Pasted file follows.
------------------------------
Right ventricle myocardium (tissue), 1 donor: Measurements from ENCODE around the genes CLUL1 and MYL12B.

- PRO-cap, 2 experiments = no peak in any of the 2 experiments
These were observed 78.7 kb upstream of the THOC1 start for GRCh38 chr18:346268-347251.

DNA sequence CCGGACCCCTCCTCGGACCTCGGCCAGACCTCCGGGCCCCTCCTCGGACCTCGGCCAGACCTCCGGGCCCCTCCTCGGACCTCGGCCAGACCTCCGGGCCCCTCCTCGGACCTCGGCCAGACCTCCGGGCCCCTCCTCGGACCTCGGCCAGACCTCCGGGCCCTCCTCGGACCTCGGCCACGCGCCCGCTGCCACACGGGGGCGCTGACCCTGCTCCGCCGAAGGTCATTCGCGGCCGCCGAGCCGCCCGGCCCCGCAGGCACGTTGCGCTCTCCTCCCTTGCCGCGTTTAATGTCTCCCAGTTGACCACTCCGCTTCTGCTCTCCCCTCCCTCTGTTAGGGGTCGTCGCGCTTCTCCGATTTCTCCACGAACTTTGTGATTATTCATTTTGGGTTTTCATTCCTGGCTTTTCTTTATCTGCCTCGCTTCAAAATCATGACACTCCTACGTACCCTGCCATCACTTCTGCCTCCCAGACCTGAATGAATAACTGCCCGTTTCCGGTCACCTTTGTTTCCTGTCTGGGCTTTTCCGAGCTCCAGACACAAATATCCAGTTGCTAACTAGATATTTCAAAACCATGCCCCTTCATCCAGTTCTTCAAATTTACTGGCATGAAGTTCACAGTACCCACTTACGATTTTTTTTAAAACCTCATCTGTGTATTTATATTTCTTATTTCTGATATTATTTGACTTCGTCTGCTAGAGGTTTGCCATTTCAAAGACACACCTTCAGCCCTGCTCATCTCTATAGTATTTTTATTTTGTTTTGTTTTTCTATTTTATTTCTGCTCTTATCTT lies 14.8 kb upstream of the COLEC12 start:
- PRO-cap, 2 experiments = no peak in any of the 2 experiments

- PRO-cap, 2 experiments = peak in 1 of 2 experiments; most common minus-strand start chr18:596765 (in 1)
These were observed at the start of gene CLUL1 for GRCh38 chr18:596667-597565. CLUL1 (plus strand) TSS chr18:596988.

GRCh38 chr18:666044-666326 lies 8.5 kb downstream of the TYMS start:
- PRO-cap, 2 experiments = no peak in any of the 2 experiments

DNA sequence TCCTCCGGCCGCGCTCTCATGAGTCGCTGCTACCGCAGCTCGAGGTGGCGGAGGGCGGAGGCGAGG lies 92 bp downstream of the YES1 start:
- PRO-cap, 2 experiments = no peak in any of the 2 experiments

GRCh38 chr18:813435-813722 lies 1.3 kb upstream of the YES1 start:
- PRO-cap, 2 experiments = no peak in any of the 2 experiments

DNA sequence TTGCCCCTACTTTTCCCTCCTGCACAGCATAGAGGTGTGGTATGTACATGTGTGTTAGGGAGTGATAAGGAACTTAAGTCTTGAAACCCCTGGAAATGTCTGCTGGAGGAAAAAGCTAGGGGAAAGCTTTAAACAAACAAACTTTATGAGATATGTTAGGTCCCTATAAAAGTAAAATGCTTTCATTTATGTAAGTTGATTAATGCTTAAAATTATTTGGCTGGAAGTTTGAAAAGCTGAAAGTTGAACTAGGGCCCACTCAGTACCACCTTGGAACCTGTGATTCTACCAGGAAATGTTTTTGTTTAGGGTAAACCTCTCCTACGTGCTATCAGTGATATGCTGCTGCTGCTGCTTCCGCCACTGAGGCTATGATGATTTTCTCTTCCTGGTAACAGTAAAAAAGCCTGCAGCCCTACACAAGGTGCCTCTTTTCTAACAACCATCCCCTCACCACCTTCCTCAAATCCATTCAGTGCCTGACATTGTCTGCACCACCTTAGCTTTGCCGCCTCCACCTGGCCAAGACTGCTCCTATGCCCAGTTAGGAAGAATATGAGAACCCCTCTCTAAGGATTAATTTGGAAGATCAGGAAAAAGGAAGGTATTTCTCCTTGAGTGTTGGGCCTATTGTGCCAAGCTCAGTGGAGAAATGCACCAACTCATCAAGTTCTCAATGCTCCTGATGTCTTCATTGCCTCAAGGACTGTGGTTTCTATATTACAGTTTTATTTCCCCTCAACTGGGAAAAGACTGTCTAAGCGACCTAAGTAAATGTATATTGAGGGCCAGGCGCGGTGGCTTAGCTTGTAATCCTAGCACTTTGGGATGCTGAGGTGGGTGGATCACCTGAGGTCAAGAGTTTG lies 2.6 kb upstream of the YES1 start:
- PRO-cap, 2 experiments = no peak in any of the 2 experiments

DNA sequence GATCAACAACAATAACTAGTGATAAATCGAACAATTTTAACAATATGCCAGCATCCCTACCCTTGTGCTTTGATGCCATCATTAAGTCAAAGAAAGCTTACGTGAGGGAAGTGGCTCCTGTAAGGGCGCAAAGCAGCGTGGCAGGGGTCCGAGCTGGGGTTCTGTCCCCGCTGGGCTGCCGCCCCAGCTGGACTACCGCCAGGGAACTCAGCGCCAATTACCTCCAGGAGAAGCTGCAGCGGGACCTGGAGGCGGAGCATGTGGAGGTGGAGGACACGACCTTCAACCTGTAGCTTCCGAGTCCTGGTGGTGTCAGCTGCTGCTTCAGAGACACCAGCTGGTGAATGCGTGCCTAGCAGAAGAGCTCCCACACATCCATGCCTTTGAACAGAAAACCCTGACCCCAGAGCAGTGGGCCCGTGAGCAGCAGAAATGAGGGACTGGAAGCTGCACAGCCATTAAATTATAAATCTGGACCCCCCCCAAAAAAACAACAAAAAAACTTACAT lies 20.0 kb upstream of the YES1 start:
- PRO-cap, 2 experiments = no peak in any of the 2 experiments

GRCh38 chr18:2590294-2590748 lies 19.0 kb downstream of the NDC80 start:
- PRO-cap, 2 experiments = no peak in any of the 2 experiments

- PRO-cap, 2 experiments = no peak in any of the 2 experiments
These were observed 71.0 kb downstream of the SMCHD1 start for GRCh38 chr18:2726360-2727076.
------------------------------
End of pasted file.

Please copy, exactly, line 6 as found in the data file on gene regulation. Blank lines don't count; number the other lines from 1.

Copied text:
- PRO-cap, 2 experiments = peak in 1 of 2 experiments; most common minus-strand start chr18:596765 (in 1)